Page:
1. In my opinion, the law on this point is not sufficiently clear and definite to induce me to discharge this caveat.
2. The next reversioner is an old man of 70 who has stated in writing that he has no expectation of surviving the young widow for whose benefit the will was made and that he has no expectation, therefore, of personally inheriting the property and that, because he wants peace of mind in the closing period of his life, he is not disposed to take any action in the matter, but is quite willing to surrender whatever rights he has in favour of the caveator, his brothers and cousins. In these circumstances, I think I am justified in applying the rule laid down in Rani Anand Kunwar v. Court of Wards  6 Cal. 764. At p. 772, Sir R. Collier says:
Their Lordships are of opinion that although a suit of this nature may be brought by a contingent reversionary heir, yet that, as a general rule, it must be brought by the presumptive reversionary heir, - that is to say, by the person who would succeed if the widow wore to die at that moment. They are also of opinion that such a suit may be brought by a more distant reversioner if those nearer in succession are in collusion with the widow, or have precluded themselves from interfering. They consider that the rule laid down in Bhikaji Apaji v. Jagannath Vithal  10 B.H.C. 351 is correct it cannot be the law that any one who may have a, possibility of succeeding on the death of the widow can maintain a suit of the present nature, for, if so, the right to sua would belong to every one in the line of succession, however remote. The right to sue must, in their Lordships opinion, be limited. If the nearest reversionary heir refuses, without sufficient cause, to institute proceedings, or if he has precluded himself by his own act or conduct from suing, or has colluded with the widow, or concurred in the act alleged to be wrongful, the next presumable reversioner would be entitled : see Kooer Goolab Singh v. Rao Kurun Singh  14 M.I.A. 176... The Court must exercise a judicial discretion, in such a case and would probably require the nearer reversioner to be made a party.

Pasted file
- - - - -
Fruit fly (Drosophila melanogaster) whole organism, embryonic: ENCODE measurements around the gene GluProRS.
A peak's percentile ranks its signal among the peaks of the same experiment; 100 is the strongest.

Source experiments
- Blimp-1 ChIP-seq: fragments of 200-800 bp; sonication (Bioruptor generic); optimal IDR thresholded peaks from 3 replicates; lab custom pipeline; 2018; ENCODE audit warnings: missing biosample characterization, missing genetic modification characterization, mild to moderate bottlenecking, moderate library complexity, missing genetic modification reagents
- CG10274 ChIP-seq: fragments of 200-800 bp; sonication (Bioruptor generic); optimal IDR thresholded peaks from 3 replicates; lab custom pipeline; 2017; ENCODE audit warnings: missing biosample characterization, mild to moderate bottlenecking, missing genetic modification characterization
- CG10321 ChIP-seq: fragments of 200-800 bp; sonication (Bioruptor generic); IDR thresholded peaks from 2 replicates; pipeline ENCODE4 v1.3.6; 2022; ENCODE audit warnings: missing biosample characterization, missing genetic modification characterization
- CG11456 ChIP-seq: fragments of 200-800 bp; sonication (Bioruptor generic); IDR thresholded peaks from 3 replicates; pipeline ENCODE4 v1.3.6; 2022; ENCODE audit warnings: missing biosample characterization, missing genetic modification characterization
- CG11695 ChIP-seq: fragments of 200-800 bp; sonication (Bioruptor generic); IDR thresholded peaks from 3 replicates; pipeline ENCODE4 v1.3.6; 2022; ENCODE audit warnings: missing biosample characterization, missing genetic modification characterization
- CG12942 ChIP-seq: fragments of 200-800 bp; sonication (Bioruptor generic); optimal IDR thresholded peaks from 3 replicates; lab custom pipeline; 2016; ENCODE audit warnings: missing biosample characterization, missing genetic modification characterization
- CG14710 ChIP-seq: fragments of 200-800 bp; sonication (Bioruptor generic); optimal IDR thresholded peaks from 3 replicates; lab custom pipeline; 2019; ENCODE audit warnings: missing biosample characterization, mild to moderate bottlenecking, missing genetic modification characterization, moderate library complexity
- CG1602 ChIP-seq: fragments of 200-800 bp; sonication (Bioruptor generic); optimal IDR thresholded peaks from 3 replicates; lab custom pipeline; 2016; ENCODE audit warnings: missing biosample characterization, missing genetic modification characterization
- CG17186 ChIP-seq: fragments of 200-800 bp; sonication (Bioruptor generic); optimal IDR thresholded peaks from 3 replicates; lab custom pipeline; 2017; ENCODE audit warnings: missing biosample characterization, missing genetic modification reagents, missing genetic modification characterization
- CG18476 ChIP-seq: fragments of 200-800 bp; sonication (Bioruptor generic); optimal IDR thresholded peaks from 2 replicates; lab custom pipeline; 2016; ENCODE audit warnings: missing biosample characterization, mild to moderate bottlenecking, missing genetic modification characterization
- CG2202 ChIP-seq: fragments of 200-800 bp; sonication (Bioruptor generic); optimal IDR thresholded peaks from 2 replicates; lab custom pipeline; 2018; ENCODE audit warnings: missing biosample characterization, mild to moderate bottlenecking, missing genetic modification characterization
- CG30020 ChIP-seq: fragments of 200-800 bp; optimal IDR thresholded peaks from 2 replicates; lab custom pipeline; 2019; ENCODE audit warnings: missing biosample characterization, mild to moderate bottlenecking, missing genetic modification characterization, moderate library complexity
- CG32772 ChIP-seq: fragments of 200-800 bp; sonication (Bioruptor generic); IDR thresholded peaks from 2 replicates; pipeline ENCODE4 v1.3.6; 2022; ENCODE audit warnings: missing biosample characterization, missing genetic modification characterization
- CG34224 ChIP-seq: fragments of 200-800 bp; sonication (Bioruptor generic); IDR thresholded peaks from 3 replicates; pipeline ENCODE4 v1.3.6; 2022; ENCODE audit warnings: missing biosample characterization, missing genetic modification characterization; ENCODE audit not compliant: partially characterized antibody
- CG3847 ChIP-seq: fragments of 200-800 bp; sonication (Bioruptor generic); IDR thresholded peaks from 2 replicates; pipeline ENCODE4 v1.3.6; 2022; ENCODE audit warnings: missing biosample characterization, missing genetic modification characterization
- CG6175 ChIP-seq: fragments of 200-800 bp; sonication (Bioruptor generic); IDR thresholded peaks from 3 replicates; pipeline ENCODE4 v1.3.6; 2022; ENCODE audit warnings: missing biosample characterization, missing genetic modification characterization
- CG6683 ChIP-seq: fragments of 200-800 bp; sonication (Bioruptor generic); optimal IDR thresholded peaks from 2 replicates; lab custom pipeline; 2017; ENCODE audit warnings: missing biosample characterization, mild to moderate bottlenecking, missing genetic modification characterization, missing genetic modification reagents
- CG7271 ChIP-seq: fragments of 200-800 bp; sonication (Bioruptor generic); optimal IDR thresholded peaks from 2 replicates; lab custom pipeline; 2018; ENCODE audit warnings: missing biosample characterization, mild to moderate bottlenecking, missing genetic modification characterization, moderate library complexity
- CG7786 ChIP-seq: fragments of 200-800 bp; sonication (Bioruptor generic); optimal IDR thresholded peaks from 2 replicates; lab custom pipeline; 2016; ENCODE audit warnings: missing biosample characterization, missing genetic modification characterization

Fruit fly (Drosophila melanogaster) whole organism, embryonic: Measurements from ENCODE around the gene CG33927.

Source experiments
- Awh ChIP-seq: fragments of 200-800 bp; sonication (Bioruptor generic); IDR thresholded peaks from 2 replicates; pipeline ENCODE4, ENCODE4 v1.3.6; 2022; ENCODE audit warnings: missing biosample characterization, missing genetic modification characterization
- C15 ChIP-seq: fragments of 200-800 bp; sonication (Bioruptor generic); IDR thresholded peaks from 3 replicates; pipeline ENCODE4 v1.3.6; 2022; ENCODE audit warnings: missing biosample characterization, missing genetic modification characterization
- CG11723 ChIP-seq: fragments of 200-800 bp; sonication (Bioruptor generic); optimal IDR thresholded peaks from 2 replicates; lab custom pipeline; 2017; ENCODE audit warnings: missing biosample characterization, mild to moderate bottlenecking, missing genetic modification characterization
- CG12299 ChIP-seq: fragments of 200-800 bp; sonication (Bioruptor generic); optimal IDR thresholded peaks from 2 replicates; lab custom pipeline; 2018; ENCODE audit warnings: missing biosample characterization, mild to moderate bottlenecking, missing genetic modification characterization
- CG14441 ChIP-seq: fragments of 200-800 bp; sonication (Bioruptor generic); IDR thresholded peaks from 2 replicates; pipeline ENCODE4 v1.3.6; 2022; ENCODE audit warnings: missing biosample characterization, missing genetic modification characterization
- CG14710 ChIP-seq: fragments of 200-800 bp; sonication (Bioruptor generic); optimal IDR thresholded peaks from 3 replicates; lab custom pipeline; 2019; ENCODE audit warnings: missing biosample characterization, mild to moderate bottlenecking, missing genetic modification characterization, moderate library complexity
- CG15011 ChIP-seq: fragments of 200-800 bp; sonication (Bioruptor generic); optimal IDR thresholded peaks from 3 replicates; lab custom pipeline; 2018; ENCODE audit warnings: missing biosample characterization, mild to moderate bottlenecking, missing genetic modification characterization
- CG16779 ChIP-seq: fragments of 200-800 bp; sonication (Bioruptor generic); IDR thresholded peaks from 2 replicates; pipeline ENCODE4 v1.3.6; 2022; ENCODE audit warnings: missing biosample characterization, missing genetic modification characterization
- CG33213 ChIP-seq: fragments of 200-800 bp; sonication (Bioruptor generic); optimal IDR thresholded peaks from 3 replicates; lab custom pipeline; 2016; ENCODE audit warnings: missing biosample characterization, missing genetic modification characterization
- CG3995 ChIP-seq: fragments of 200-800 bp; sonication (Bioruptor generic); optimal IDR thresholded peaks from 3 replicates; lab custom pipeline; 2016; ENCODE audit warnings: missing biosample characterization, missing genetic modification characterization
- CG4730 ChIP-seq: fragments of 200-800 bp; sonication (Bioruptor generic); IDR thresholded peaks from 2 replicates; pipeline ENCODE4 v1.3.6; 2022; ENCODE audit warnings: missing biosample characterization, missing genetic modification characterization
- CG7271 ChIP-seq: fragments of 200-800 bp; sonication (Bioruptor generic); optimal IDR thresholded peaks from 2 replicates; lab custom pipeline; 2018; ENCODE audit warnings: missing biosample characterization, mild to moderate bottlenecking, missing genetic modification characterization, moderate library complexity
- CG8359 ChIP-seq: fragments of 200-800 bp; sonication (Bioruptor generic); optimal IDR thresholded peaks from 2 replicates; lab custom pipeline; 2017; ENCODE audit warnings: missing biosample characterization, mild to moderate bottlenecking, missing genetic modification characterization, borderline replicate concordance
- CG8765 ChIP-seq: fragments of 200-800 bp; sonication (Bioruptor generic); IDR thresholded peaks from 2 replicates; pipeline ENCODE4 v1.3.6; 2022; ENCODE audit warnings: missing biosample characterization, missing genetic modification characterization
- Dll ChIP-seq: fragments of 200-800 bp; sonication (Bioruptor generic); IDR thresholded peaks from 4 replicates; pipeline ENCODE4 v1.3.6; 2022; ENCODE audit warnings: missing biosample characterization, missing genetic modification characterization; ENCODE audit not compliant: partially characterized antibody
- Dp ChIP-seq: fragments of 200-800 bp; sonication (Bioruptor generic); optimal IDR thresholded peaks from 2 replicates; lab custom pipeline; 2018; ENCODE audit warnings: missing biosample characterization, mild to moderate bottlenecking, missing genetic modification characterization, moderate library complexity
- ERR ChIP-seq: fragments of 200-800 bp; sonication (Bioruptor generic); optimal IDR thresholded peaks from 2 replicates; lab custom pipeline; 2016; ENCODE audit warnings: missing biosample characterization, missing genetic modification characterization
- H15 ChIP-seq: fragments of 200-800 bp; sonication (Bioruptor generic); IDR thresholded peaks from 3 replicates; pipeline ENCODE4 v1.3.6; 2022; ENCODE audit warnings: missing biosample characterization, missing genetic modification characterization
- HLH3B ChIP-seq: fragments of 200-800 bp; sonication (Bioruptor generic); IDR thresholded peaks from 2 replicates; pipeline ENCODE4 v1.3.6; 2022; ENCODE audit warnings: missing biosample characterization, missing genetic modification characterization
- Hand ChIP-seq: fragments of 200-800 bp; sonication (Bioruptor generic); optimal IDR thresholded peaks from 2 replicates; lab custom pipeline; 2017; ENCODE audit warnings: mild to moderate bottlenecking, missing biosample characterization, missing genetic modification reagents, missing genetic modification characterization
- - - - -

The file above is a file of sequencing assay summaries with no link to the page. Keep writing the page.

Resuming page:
3. In my opinion the facts of this case come within the first reason stated by their Lordships and I think that the next roversioner has refused without sufficient cause to institute proceedings. I say that because he has been communicated with at my suggestion. It has been pointed out to him that all he would have to do would be to sign two documents, that he would not incur any liability for costs, and would not be troubled in any way, but in spite of that he writes that he is unwilling to take even these steps. I think his refusal is without sufficient cause.
4. If I am at liberty to apply common sense to cases of this kind it seems to me unreasonable that this caveator, who is the next in succession to his father should be shut out because of what I have held to be an unreasonable refusal. I quite agree that some limit must be imposed, and that it would be impossible to hold that every person in the line of succession however remote should have the right to intervene. I think that in every case the circumstances of the particular case must be considered and because in this case the caveator is the next person in succession to the person who has refused to take any steps that it is not unreasonable to allow him to intervene. For these reasons, the application for discharge of the caveat is refused.
5. The matter is set down as a contentious cause. The father need not be added as a party. There will be cross order for discovery within 14 days. The suit will appear on the appropriate Warning List 14 days thereafter. The executor's costs will come out of the estate as between attorney and client including fees of two counsel.